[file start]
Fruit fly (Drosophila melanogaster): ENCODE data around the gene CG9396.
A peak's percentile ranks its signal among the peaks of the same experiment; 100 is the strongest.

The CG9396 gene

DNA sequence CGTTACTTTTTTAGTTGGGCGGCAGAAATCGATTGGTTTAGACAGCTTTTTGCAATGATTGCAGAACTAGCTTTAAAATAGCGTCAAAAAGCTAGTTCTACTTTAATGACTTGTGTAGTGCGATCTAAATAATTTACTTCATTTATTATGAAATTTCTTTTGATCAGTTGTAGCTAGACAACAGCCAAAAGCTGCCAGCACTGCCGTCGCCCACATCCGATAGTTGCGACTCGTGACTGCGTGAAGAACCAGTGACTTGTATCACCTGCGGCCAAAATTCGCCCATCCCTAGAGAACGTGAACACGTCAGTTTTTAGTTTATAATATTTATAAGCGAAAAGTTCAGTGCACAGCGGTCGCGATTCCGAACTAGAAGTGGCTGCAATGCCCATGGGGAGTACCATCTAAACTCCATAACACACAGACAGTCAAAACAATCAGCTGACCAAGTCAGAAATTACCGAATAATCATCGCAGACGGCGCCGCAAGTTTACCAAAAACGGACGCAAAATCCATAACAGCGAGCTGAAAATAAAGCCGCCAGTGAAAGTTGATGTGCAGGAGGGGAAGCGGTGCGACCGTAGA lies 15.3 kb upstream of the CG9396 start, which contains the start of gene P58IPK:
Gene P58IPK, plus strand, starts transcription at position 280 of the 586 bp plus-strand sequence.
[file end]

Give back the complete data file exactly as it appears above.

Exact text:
Fruit fly (Drosophila melanogaster): ENCODE data around the gene CG9396.
A peak's percentile ranks its signal among the peaks of the same experiment; 100 is the strongest.

The CG9396 gene

DNA sequence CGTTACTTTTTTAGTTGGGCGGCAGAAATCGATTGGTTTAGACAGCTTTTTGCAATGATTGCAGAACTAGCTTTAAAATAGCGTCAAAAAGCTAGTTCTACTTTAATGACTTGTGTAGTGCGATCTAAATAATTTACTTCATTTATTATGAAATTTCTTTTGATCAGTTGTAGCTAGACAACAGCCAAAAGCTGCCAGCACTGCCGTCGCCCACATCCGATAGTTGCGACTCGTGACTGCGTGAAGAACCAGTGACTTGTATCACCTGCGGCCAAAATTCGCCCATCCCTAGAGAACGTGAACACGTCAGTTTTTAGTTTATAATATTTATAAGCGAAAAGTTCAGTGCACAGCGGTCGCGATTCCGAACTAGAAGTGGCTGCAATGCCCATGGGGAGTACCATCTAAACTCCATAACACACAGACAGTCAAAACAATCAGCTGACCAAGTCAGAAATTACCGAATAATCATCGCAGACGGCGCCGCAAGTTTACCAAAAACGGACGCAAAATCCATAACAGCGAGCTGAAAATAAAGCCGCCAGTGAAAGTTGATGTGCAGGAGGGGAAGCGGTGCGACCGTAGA lies 15.3 kb upstream of the CG9396 start, which contains the start of gene P58IPK:
Gene P58IPK, plus strand, starts transcription at position 280 of the 586 bp plus-strand sequence.